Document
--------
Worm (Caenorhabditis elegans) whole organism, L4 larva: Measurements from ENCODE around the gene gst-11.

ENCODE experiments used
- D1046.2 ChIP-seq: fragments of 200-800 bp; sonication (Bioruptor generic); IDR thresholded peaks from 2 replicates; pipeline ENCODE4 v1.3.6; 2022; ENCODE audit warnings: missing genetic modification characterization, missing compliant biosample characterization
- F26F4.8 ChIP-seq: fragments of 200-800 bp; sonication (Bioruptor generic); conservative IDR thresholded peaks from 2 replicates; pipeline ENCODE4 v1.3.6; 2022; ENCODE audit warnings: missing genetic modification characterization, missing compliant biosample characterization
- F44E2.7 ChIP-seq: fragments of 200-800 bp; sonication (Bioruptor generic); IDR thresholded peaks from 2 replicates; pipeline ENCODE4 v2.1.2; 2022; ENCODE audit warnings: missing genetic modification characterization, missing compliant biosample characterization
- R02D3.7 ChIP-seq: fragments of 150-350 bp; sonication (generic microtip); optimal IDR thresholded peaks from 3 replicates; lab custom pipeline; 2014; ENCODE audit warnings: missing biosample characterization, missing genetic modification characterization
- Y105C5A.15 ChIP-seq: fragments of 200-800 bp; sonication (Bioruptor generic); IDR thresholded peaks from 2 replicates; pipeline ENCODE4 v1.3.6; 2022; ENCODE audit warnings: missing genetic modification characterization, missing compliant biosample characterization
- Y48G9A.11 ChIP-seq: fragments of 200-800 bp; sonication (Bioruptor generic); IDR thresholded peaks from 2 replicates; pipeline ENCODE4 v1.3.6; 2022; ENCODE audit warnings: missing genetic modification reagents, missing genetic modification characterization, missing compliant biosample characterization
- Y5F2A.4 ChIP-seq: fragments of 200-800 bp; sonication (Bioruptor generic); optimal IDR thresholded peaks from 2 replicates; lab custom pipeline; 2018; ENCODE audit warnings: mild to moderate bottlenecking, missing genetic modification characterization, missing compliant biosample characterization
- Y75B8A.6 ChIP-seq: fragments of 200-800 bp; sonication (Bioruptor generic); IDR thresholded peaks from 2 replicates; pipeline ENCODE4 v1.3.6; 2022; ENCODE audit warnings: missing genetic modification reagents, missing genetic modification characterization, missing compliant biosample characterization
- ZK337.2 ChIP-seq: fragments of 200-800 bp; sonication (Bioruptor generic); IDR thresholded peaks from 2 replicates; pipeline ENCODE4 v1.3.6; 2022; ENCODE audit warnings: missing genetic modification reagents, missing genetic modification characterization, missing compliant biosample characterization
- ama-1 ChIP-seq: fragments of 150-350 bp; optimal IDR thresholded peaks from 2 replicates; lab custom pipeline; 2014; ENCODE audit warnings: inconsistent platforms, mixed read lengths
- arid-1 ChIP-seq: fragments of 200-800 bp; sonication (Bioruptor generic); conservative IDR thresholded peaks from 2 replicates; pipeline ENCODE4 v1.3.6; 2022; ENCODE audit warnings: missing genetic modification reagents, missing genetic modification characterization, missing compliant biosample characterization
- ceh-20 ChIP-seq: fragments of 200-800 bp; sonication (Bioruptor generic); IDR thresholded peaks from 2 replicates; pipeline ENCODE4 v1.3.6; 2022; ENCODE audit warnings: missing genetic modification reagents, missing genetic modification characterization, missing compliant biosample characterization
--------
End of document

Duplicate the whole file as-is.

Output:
Worm (Caenorhabditis elegans) whole organism, L4 larva: Measurements from ENCODE around the gene gst-11.

ENCODE experiments used
- D1046.2 ChIP-seq: fragments of 200-800 bp; sonication (Bioruptor generic); IDR thresholded peaks from 2 replicates; pipeline ENCODE4 v1.3.6; 2022; ENCODE audit warnings: missing genetic modification characterization, missing compliant biosample characterization
- F26F4.8 ChIP-seq: fragments of 200-800 bp; sonication (Bioruptor generic); conservative IDR thresholded peaks from 2 replicates; pipeline ENCODE4 v1.3.6; 2022; ENCODE audit warnings: missing genetic modification characterization, missing compliant biosample characterization
- F44E2.7 ChIP-seq: fragments of 200-800 bp; sonication (Bioruptor generic); IDR thresholded peaks from 2 replicates; pipeline ENCODE4 v2.1.2; 2022; ENCODE audit warnings: missing genetic modification characterization, missing compliant biosample characterization
- R02D3.7 ChIP-seq: fragments of 150-350 bp; sonication (generic microtip); optimal IDR thresholded peaks from 3 replicates; lab custom pipeline; 2014; ENCODE audit warnings: missing biosample characterization, missing genetic modification characterization
- Y105C5A.15 ChIP-seq: fragments of 200-800 bp; sonication (Bioruptor generic); IDR thresholded peaks from 2 replicates; pipeline ENCODE4 v1.3.6; 2022; ENCODE audit warnings: missing genetic modification characterization, missing compliant biosample characterization
- Y48G9A.11 ChIP-seq: fragments of 200-800 bp; sonication (Bioruptor generic); IDR thresholded peaks from 2 replicates; pipeline ENCODE4 v1.3.6; 2022; ENCODE audit warnings: missing genetic modification reagents, missing genetic modification characterization, missing compliant biosample characterization
- Y5F2A.4 ChIP-seq: fragments of 200-800 bp; sonication (Bioruptor generic); optimal IDR thresholded peaks from 2 replicates; lab custom pipeline; 2018; ENCODE audit warnings: mild to moderate bottlenecking, missing genetic modification characterization, missing compliant biosample characterization
- Y75B8A.6 ChIP-seq: fragments of 200-800 bp; sonication (Bioruptor generic); IDR thresholded peaks from 2 replicates; pipeline ENCODE4 v1.3.6; 2022; ENCODE audit warnings: missing genetic modification reagents, missing genetic modification characterization, missing compliant biosample characterization
- ZK337.2 ChIP-seq: fragments of 200-800 bp; sonication (Bioruptor generic); IDR thresholded peaks from 2 replicates; pipeline ENCODE4 v1.3.6; 2022; ENCODE audit warnings: missing genetic modification reagents, missing genetic modification characterization, missing compliant biosample characterization
- ama-1 ChIP-seq: fragments of 150-350 bp; optimal IDR thresholded peaks from 2 replicates; lab custom pipeline; 2014; ENCODE audit warnings: inconsistent platforms, mixed read lengths
- arid-1 ChIP-seq: fragments of 200-800 bp; sonication (Bioruptor generic); conservative IDR thresholded peaks from 2 replicates; pipeline ENCODE4 v1.3.6; 2022; ENCODE audit warnings: missing genetic modification reagents, missing genetic modification characterization, missing compliant biosample characterization
- ceh-20 ChIP-seq: fragments of 200-800 bp; sonication (Bioruptor generic); IDR thresholded peaks from 2 replicates; pipeline ENCODE4 v1.3.6; 2022; ENCODE audit warnings: missing genetic modification reagents, missing genetic modification characterization, missing compliant biosample characterization